a curious Yankee in Europe's court

blog about living in Europe, and Italy

What’s shrinking the digital divide the fastest?

Posted on the January 3rd, 2008

The mobile phone is the electronic device most often in the hands of those in developing countries, according to Katrin Verclas, of MobileActive.org. As of the end of 2007, three billion mobile phones were expected to be in use across the globe, Verclas says.

As a point of comparison, an estimated one billion people in the world reportedly had Internet access by the end of 2007 (see more on digital statistics here).

Verclas is the founder of MobileActive.org. It is a worldwide network for people interested in using mobile phones, and their potential for communication, in civil society and for social activism, according to the website.

Examples of innovative campaigns and projects abound. Democracy organizations have used mobile phones to swing elections through innovative get-out-the-vote activities, ensured impartial voting through poll monitoring via SMS, developed ground-breaking new information services with vital civic or health information, documented abuses of political prisoners, and lobbied legislators to pass environmental laws. (From the About section of MobileActive.org).

For more information about Verclas and the work she is doing, check out this webpage on Changents.com, where I first read about her.

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What nation is top dog in the digital revolution

Posted on the December 14th, 2007

The United Kingdom is ahead of the pack in the digital revolution, says James Thickett, Director of Research of Ofcom, the UK’s official regulatory body of communications industries.

The pack he’s referring to is made up of the twelve countries surveyed for a new Ofcom report just released yesterday. Nations studied were France, Germany, Italy, Ireland, the Netherlands, Poland, Spain, Sweden, Japan, Canada, the UK, and the U.S. The report on the global communications market also provides a look at the four arriving powerhouse economies of Brazil, Russia, India and China.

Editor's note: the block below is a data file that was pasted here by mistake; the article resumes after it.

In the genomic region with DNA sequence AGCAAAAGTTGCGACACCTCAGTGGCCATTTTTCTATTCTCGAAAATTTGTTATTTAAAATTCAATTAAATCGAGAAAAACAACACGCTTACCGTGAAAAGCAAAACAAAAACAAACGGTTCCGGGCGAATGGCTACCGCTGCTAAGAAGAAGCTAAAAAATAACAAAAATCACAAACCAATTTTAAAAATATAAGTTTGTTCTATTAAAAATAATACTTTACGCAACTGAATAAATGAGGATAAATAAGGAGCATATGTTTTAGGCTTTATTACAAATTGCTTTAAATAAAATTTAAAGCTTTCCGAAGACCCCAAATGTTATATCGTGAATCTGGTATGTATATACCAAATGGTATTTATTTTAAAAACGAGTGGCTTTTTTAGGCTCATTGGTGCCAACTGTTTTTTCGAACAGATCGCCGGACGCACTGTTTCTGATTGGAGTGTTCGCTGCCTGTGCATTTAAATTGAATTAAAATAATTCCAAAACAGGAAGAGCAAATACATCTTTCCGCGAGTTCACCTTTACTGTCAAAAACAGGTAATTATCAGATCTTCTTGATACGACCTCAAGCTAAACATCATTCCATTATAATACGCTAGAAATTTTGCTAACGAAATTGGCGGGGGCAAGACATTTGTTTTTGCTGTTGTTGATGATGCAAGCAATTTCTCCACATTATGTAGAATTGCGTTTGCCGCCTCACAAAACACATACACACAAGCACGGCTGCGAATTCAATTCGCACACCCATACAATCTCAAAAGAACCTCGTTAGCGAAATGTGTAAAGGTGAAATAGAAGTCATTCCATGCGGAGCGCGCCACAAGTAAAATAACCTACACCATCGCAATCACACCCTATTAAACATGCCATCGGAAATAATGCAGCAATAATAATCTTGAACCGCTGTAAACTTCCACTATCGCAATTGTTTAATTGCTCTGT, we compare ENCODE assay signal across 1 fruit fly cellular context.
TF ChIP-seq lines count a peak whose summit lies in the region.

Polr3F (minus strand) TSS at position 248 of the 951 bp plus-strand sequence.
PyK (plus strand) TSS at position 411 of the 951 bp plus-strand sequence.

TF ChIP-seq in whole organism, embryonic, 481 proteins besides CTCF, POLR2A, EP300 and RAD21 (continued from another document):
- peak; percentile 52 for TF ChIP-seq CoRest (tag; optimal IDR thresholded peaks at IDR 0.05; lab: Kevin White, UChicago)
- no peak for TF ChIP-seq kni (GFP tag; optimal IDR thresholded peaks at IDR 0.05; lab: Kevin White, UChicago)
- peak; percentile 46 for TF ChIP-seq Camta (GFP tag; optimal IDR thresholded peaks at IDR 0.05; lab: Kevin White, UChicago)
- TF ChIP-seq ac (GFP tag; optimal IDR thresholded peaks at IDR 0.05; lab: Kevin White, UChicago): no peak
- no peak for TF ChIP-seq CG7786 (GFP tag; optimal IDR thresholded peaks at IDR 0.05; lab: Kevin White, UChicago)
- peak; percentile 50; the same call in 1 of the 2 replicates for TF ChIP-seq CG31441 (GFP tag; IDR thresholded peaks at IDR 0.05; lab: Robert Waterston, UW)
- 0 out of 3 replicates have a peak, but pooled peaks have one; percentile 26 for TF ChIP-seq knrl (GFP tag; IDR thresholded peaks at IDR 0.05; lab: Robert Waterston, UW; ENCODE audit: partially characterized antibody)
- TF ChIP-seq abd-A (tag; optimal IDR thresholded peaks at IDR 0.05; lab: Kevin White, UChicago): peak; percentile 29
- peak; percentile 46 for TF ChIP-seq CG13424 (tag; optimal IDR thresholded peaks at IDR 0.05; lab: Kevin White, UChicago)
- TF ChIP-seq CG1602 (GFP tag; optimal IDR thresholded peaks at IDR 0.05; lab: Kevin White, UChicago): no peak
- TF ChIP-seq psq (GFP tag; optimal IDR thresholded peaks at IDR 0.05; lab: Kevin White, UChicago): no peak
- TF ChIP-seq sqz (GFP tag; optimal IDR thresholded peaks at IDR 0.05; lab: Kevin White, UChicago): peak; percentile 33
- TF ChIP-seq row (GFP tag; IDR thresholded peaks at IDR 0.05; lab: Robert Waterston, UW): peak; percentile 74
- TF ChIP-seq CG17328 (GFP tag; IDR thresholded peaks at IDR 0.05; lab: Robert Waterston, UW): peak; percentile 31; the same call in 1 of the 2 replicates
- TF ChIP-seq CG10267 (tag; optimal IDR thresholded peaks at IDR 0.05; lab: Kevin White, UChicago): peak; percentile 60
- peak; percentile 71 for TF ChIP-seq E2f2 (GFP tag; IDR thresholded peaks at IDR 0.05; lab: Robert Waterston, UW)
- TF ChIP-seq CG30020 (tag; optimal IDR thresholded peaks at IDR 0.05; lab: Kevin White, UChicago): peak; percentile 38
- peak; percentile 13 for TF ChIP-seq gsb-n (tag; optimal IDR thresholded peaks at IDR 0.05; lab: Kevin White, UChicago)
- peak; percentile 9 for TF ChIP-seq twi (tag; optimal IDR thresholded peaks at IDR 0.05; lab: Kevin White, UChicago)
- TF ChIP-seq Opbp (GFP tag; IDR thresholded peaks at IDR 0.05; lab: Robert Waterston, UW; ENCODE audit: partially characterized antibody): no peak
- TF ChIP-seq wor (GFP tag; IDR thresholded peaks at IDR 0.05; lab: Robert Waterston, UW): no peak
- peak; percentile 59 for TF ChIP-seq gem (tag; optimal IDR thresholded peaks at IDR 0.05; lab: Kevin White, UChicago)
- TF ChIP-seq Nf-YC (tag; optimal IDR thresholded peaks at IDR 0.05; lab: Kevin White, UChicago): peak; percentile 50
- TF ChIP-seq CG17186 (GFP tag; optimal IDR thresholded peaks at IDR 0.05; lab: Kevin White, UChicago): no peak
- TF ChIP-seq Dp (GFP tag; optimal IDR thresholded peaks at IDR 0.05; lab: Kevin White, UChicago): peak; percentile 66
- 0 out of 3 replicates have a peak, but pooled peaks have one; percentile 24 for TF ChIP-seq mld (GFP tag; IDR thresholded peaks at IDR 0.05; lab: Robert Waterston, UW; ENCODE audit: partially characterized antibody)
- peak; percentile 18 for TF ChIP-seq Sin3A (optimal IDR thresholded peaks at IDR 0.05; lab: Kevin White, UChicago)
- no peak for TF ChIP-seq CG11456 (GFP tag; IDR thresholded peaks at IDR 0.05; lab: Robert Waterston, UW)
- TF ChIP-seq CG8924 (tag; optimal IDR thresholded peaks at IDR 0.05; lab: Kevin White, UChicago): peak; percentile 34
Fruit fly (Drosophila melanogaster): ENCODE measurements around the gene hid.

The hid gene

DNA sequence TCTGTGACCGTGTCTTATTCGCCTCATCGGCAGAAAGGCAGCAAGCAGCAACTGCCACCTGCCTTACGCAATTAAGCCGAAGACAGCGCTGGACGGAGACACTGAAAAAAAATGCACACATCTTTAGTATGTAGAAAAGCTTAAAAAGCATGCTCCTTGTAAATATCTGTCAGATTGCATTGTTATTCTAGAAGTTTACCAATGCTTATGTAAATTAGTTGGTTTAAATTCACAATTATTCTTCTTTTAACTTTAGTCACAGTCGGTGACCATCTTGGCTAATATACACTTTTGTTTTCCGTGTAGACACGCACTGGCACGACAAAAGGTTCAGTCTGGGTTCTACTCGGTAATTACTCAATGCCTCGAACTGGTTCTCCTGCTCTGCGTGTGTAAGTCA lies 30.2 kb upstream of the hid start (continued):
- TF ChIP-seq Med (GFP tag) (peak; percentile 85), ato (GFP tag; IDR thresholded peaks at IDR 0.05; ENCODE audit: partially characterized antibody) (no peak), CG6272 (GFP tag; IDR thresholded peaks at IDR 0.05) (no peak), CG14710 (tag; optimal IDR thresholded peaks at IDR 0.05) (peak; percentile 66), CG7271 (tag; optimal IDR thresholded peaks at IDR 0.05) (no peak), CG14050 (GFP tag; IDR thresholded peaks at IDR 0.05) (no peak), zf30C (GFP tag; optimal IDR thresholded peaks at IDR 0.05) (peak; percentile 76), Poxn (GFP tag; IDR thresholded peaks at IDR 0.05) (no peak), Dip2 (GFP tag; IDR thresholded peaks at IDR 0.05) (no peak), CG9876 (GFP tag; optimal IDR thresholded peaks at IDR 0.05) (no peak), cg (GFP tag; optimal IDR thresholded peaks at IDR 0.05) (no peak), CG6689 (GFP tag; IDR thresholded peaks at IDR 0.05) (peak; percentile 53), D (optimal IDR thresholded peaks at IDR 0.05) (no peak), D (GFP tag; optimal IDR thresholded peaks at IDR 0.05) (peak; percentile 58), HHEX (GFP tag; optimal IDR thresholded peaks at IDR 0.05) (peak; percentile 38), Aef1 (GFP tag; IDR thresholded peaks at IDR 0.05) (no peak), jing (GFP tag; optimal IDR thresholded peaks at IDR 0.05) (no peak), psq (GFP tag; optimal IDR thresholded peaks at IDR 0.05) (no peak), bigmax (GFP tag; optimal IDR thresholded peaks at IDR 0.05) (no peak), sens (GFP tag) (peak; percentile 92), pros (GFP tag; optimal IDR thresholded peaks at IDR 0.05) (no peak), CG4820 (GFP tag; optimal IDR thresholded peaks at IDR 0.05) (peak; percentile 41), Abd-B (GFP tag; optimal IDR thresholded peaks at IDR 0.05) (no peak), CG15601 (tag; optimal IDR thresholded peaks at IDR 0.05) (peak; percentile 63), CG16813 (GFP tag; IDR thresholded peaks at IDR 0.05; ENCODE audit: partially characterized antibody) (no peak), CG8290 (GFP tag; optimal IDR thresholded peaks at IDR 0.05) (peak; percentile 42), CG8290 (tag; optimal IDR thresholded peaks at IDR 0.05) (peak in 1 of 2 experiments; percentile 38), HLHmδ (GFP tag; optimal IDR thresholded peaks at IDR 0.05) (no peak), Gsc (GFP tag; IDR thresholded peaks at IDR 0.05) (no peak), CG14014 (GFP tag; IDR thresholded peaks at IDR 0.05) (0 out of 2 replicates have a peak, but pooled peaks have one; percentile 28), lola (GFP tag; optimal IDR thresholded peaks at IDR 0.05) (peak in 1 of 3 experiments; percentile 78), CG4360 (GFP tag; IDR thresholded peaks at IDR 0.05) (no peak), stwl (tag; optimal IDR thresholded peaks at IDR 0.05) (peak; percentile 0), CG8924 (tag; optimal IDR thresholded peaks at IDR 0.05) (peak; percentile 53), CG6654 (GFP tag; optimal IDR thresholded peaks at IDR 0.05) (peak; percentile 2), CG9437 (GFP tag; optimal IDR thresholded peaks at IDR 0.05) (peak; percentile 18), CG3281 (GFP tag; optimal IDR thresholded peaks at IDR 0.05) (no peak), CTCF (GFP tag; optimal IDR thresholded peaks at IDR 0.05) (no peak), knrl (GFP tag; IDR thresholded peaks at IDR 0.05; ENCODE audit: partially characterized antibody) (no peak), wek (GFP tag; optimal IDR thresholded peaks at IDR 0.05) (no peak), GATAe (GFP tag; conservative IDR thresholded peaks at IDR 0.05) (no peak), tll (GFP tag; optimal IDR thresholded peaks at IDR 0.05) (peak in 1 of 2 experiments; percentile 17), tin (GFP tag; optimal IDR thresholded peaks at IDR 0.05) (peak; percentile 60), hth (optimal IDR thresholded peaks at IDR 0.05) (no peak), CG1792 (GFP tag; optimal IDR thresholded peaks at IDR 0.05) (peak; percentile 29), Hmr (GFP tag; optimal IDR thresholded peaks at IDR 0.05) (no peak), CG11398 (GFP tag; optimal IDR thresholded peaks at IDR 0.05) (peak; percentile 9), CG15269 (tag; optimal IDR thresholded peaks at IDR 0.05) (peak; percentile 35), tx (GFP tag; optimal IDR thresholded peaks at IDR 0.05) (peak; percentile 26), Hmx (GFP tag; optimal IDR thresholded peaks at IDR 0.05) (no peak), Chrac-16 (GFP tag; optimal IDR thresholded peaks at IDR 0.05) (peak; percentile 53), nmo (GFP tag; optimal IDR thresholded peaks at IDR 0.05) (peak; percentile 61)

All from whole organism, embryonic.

Some of the Ofcom report findings were:

  • The UK is picking up digital television at a higher rate than other countries, with 76 percent of UK households having gone digital by the end of 2006. In second place was the U.S., with 61 percent, followed by Japan with 60 percent;
  • Broadband connections had arrived at over half of all UK households by the end of 2006, bringing the country ahead of the U.S., for the first time;
  • Women use the Internet more than men, both in the UK and in the U.S. In the United States, women, at 52 percent, led men in online presence, while in the UK men and women spent the same amount of time online except in the 18-34 age group where women were a leap ahead of men in percent of use (57 to 43).

Thickett summarizes the new Ofcom report findings in a video presentation (below). He particularly highlights what he describes as enormous growth in mobile communications across the globe.

In the sector of mobile phones, for example, he said the UK has one of the highest rates of growth in the world, with 115 mobile connections for every 100 people. Only Italy has a higher rate, with 130 connections for every 100 people.

This massive rate of growth in the use of mobile phones also is happening in Brazil, Russia, India and China, according to Thickett, with those countries accounting for over 40 percent worldwide of new mobile connections.

The full report is available online

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